The Seventh Night
By Stephen Skelton
I dream every night about the Atori cake shop.
In those dreams it is a halfway house, someplace between the earth and the stars.
I am part of that mystery, In that dream a boy dies. Every time. I don't know how or why. I don't even know his name. I am guilty by implication.
The Atori cake shop is in a time warp, not part of the 'now.'
It's longer somehow, encompassing pasts and futures. I am stuck in the middle, unable to move forward.
Until I find her.
The Atori cake shop is a silver thread connecting us. Like an umbilical cord, it has a pulse, life, a beat all of its own.
We are part of that beat.
I wake up but I don't feel myself. I want to ask someone "What am I doing here?" "Why did you place me in this world?" There is no one to answer. The beautiful girl beside me is asleep, dead to this world. She wasn't the one I met at the Atori cake shop. Perhaps someone on the train, running right next to my apartment, which woke me out of my recurring dream, can answer. Find the place where I belong. I don't think so. Only she can answer me. The girl I met at the Atori cake shop. I sit up and reach for the glass of water beside my bed and two aspirin. I’ve been taking them regularly ever since these dreams started, as if they're trying to tell me something. "Hit you hard enough on the head, maybe then you'll listen!" the dreams say. The morning light is gray and it is raining. The last thing I want to do is get up and face the day. I know if I bother to get out the yoga may and stretch I'll feel better. Maybe even the headaches will go away. Then I'll feel more like myself. I'll be able to reach out and touch the girl I met in the Atori cake shop again. Hell, yeah, that might even help me remember the part of myself that still lights up now and then. It might force me to do something rather than wallow in an artist's pit of despair. I stop. Yes, she's here now, somewhere close, listening. That's it, that's why I feel separated out from myself. She's listening to me. The girl from the Atori cake shop. She's dangerous.
The Atori cake shop is a petite patisserie in Yokohama. I go there quite often to get cakes. No, let me be more specific. Strawberry shortcakes. She was there too. Standing right in front of the last piece of strawberry shortcake, the one I'd had my eye on. She'd pointed to the piece. My piece. This has got to be he best piece of strawberry shortcake I've ever seen is what she'd said. Just like hat. My words. My cake. If she hadn't spoken those words right in front of me like that I doubt I'd even have notices her. My attention was totally on that last piece of shortcake. Funny how destiny deals you a royal flush like this only once. It can happen in the blink of an eye. Turn your head to catch the eye of a pretty waitress and you've lost it. Gone forever. It'll never come again. So you have to be very aware. Very very alert.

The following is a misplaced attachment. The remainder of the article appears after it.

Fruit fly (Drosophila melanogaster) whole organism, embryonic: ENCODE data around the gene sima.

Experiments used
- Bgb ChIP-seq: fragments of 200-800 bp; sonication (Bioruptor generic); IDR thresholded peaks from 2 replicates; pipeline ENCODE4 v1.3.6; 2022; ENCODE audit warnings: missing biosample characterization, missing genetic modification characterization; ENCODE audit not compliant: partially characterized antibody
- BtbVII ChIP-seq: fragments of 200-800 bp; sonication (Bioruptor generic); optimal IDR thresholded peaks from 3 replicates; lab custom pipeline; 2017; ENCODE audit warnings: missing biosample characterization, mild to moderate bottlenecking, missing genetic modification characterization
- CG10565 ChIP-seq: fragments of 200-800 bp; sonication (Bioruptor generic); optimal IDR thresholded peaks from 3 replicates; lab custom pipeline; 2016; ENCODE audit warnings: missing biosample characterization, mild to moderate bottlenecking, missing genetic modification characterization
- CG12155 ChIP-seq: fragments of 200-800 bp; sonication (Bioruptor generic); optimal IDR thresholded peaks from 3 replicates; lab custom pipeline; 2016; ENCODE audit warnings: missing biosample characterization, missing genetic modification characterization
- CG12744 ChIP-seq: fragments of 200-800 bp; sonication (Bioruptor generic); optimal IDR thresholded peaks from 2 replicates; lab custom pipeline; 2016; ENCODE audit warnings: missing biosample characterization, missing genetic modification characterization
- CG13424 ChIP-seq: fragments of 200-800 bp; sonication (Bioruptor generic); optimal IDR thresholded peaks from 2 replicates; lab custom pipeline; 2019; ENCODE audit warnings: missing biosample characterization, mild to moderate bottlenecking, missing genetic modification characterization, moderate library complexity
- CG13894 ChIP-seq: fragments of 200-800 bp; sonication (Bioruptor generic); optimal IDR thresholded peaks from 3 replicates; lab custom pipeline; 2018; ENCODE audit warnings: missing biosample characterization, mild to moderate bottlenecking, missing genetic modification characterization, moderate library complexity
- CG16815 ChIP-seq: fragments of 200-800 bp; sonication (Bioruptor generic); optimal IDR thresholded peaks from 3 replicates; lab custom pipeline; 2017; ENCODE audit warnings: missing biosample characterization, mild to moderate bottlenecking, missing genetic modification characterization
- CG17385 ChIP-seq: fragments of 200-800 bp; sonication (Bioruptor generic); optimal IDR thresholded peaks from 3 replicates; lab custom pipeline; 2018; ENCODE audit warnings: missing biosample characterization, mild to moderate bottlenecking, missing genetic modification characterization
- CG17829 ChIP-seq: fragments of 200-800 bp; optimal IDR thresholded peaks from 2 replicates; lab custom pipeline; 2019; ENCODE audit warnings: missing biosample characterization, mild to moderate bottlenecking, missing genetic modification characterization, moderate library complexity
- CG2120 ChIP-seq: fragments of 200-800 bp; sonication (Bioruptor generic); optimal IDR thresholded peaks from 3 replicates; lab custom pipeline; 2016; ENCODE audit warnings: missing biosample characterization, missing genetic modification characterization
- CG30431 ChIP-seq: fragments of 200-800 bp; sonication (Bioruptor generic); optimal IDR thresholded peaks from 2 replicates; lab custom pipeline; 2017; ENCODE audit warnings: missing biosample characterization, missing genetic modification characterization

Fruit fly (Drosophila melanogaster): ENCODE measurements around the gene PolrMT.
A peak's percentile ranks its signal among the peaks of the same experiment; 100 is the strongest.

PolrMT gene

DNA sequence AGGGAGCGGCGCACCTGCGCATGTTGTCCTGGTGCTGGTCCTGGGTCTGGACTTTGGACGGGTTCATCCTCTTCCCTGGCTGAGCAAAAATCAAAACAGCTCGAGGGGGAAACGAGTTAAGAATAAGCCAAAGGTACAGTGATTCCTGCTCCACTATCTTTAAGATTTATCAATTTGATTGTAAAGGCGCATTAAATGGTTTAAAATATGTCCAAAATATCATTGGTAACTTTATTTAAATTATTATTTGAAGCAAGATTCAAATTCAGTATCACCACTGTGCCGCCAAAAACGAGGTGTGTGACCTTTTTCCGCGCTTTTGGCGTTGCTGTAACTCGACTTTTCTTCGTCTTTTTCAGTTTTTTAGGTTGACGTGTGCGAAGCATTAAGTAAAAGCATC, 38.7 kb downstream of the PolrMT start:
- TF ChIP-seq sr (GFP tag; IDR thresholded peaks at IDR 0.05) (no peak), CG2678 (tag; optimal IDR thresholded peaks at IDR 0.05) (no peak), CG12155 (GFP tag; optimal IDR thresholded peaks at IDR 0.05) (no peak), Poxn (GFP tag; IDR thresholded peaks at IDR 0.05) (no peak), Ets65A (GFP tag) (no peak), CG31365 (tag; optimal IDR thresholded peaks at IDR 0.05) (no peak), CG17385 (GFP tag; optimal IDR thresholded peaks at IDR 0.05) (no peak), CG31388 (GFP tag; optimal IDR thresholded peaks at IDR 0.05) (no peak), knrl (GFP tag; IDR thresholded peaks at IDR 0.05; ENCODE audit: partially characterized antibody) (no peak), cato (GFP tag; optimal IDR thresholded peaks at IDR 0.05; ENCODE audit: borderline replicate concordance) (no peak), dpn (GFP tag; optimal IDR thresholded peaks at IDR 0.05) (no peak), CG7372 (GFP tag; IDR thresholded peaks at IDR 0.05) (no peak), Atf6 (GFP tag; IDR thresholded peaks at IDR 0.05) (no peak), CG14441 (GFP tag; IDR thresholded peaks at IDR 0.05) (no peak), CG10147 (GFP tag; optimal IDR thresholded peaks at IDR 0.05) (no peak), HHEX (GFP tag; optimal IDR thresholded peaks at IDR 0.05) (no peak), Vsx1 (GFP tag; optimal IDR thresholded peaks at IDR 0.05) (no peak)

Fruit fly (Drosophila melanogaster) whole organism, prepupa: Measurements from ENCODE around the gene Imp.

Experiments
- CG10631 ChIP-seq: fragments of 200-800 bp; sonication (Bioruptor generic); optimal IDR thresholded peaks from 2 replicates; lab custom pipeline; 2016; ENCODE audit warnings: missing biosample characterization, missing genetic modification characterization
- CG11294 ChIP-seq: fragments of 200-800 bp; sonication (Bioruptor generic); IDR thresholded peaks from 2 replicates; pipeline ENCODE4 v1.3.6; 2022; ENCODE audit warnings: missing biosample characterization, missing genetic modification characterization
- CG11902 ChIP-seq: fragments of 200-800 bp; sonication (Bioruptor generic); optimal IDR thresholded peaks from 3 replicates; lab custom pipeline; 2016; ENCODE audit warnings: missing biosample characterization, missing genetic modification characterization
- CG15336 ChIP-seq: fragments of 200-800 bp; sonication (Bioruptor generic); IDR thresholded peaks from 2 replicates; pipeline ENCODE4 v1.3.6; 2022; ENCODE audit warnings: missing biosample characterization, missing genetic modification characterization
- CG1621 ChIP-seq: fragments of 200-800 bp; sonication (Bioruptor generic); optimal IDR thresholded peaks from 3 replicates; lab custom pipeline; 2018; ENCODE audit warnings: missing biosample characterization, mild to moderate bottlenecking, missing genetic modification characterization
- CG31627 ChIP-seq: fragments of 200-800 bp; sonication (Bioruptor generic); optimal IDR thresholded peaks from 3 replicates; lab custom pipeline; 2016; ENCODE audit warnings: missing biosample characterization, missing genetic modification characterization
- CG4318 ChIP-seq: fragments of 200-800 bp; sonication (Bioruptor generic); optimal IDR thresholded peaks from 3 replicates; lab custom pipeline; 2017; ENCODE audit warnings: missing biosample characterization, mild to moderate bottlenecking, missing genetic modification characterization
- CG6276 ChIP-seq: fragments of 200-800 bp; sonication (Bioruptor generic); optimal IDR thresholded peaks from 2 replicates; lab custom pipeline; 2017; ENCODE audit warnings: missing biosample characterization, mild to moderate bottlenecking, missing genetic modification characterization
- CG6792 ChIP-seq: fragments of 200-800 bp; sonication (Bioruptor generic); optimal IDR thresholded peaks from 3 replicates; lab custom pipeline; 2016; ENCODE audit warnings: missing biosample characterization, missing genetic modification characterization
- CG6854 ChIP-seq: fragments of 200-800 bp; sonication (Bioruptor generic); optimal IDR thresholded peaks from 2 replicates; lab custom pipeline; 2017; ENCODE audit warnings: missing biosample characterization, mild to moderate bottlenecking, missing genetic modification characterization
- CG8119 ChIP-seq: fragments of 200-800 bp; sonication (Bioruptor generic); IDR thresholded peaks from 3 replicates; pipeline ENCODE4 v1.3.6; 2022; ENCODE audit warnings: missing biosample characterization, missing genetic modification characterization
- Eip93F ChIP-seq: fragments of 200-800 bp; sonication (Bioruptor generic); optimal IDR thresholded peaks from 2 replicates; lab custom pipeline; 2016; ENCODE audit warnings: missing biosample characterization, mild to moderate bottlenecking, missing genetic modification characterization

The Atori cake shop is special. Mysterious, kind of. I don't know if it truly existed halfway between the earth and the stars but it felt that way. Every customer that entered was distinctive. I knew some of them. Artists mostly, like myself or musicians and writers. A potter who held exhibitions in the Lakes Districts in England twice a year. A singer-songwriter everyone knew who had been famous in his youth and now did mainly charity concerts. A florist who did the most expensive celebrity weddings in Omotesando. Each customer came with their own unique melody. A hum, a laugh, a song, a bright twinkle in their eyes. The cakes flew out like hot cakes. There just didn't seem to be enough to go around. Each unique melody was accompanied by a specific cake. The hummers chose a meringue base, the laughers, chocolate, singers like me preferred fruit, while the twinklers took the custard cremes. Atori was filled with melodies all day long.
The girl in front of my strawberry shortcake was singing Joe Dassin's 'Les Champs-Élysées' in a soft tone, with a beautiful lilt, the very song I was singing in my mind!
What a mysterious place, the Atori cake shop, a place between the earth and stars where two melodies can meet.
Atori reminded me of a symphony in four movements. The first, allegro, when all the customers bustle in, intent on ordering, the second, andante, when everything in the universe slows as the brain clicks into gear to make its choices, the third, scherzo, as very quick exchanges are made between the customers and the shop girls and sometimes each other as a way of acknowledging that we exist in this mysterious world. The fourth and last, as each potential lover bustles out again.
Atori is not a normal cake shop and it was never designed that way. The owner, in an inspirational moment, realized that everyone looking for love needed a place to meet so that she would provide it, disguised as a cake shop. A stroke of genius really. Everything blossomed from there.